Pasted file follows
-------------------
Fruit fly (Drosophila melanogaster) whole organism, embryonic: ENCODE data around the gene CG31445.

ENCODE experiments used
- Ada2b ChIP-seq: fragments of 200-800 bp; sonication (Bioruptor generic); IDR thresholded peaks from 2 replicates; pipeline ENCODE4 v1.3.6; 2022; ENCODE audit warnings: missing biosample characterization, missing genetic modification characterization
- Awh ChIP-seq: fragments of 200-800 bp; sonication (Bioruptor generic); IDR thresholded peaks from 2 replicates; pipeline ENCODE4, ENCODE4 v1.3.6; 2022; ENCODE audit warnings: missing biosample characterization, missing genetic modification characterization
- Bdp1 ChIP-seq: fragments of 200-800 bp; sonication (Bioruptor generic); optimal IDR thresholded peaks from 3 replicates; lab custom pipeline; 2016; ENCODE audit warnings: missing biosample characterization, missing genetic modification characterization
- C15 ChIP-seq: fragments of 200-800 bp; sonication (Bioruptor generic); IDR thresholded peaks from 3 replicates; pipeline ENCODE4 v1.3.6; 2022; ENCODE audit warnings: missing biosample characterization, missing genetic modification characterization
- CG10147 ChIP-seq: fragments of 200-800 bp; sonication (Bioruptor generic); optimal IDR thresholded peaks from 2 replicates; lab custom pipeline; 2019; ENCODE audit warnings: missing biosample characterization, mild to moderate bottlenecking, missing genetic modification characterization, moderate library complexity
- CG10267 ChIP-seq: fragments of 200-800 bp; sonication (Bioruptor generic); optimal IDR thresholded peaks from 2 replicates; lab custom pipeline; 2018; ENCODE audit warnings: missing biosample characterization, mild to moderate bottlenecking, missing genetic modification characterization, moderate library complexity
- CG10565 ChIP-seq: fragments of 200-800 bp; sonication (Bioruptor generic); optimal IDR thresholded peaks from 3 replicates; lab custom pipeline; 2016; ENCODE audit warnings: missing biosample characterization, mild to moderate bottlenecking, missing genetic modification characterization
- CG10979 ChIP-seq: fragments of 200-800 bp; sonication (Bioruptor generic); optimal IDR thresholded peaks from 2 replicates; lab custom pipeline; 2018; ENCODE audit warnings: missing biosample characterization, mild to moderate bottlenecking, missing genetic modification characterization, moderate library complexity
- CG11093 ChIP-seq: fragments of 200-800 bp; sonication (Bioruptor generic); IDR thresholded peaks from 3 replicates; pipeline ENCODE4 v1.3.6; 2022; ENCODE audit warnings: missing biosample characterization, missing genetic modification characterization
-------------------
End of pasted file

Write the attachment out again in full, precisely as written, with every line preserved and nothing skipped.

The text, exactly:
Fruit fly (Drosophila melanogaster) whole organism, embryonic: ENCODE data around the gene CG31445.

ENCODE experiments used
- Ada2b ChIP-seq: fragments of 200-800 bp; sonication (Bioruptor generic); IDR thresholded peaks from 2 replicates; pipeline ENCODE4 v1.3.6; 2022; ENCODE audit warnings: missing biosample characterization, missing genetic modification characterization
- Awh ChIP-seq: fragments of 200-800 bp; sonication (Bioruptor generic); IDR thresholded peaks from 2 replicates; pipeline ENCODE4, ENCODE4 v1.3.6; 2022; ENCODE audit warnings: missing biosample characterization, missing genetic modification characterization
- Bdp1 ChIP-seq: fragments of 200-800 bp; sonication (Bioruptor generic); optimal IDR thresholded peaks from 3 replicates; lab custom pipeline; 2016; ENCODE audit warnings: missing biosample characterization, missing genetic modification characterization
- C15 ChIP-seq: fragments of 200-800 bp; sonication (Bioruptor generic); IDR thresholded peaks from 3 replicates; pipeline ENCODE4 v1.3.6; 2022; ENCODE audit warnings: missing biosample characterization, missing genetic modification characterization
- CG10147 ChIP-seq: fragments of 200-800 bp; sonication (Bioruptor generic); optimal IDR thresholded peaks from 2 replicates; lab custom pipeline; 2019; ENCODE audit warnings: missing biosample characterization, mild to moderate bottlenecking, missing genetic modification characterization, moderate library complexity
- CG10267 ChIP-seq: fragments of 200-800 bp; sonication (Bioruptor generic); optimal IDR thresholded peaks from 2 replicates; lab custom pipeline; 2018; ENCODE audit warnings: missing biosample characterization, mild to moderate bottlenecking, missing genetic modification characterization, moderate library complexity
- CG10565 ChIP-seq: fragments of 200-800 bp; sonication (Bioruptor generic); optimal IDR thresholded peaks from 3 replicates; lab custom pipeline; 2016; ENCODE audit warnings: missing biosample characterization, mild to moderate bottlenecking, missing genetic modification characterization
- CG10979 ChIP-seq: fragments of 200-800 bp; sonication (Bioruptor generic); optimal IDR thresholded peaks from 2 replicates; lab custom pipeline; 2018; ENCODE audit warnings: missing biosample characterization, mild to moderate bottlenecking, missing genetic modification characterization, moderate library complexity
- CG11093 ChIP-seq: fragments of 200-800 bp; sonication (Bioruptor generic); IDR thresholded peaks from 3 replicates; pipeline ENCODE4 v1.3.6; 2022; ENCODE audit warnings: missing biosample characterization, missing genetic modification characterization